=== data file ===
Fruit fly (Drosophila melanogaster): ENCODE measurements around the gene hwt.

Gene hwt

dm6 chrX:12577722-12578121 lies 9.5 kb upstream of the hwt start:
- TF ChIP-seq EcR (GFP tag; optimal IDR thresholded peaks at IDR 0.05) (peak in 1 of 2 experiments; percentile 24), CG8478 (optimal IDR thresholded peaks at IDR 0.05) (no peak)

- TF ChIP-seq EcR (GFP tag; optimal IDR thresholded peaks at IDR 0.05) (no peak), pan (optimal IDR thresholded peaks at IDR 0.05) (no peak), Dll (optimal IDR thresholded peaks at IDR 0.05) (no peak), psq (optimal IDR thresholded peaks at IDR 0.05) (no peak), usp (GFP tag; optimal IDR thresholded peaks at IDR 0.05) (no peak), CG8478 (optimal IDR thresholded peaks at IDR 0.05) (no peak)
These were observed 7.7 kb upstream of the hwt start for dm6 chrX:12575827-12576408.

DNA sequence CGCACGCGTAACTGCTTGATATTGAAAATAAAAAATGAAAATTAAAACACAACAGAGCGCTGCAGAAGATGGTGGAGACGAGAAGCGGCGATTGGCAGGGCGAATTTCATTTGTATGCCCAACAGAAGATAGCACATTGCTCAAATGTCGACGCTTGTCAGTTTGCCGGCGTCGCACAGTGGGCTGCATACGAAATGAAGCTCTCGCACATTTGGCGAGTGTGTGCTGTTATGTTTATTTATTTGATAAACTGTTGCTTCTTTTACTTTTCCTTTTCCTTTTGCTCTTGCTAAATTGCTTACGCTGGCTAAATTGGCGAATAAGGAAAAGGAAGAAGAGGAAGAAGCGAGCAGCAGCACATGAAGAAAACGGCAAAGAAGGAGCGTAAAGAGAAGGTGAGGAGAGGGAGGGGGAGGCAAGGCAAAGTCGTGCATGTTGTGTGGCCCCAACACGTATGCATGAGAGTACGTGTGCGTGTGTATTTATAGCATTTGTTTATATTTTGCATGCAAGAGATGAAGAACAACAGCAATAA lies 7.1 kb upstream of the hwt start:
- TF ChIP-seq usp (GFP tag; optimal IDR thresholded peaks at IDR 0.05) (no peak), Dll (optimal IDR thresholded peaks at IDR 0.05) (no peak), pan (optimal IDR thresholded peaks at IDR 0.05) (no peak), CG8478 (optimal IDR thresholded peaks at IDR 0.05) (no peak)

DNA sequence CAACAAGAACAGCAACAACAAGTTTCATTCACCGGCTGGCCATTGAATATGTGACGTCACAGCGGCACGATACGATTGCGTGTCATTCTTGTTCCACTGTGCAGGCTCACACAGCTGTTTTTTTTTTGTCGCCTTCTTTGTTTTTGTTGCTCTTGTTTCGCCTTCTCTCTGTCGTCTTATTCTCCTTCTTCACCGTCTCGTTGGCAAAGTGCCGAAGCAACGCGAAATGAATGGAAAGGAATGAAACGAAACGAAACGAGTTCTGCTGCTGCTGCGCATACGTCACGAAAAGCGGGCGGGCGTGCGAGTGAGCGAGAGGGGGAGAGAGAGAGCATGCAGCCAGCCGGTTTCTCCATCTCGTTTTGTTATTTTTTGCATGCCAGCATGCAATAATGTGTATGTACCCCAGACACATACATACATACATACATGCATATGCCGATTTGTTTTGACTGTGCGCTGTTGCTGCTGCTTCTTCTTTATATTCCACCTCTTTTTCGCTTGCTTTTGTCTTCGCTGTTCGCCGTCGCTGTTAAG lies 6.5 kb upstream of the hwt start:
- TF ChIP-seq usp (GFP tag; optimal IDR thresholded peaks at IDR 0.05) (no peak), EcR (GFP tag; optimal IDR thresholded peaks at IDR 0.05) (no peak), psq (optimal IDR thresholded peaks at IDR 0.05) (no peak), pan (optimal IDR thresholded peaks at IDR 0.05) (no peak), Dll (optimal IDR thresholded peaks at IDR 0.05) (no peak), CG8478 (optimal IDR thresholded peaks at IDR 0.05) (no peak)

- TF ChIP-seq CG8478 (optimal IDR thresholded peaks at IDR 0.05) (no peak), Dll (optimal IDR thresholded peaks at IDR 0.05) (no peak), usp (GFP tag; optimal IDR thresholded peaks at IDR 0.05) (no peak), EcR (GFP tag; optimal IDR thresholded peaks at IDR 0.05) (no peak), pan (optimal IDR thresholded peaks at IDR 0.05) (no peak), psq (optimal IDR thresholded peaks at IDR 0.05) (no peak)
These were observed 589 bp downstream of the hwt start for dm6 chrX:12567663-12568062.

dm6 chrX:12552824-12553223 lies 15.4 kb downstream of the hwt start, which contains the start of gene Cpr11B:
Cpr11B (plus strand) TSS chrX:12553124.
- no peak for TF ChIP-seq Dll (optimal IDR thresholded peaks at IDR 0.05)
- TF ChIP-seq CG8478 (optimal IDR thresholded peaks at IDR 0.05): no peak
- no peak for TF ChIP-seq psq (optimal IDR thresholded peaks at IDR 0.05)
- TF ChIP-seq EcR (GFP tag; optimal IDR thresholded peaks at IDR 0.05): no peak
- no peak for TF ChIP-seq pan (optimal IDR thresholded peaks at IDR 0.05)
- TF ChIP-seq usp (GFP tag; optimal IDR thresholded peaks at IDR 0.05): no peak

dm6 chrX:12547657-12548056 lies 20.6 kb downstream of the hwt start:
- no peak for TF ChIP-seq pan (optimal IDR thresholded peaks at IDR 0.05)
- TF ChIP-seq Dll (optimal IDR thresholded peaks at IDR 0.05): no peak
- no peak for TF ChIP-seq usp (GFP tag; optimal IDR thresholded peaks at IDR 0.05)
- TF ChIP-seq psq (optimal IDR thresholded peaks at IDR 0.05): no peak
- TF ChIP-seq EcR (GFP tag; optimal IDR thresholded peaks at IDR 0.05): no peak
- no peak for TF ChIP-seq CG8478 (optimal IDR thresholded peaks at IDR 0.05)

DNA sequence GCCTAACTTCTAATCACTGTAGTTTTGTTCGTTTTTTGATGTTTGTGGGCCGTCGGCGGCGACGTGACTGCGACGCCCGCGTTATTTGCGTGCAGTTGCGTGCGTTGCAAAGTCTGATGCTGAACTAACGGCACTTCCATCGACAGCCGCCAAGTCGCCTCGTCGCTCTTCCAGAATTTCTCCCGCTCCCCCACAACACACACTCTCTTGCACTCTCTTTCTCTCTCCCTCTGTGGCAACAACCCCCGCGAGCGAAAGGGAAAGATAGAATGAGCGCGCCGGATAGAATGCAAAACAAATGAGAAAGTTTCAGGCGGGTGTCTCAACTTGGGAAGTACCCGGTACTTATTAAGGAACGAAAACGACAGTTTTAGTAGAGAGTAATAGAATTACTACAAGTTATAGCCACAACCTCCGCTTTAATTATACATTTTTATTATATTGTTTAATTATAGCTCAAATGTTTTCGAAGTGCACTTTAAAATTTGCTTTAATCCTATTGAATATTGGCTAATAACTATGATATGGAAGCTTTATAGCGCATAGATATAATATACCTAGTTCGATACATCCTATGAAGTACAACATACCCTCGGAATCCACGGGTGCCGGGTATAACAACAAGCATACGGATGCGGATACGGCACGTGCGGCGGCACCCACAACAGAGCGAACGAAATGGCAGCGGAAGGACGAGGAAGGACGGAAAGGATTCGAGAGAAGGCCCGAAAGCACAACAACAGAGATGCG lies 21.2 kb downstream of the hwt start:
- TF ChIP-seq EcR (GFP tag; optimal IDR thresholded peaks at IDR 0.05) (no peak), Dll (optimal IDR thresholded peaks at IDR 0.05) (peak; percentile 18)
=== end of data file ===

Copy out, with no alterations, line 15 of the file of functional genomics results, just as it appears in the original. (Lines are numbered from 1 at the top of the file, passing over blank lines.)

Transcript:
- no peak for TF ChIP-seq Dll (optimal IDR thresholded peaks at IDR 0.05)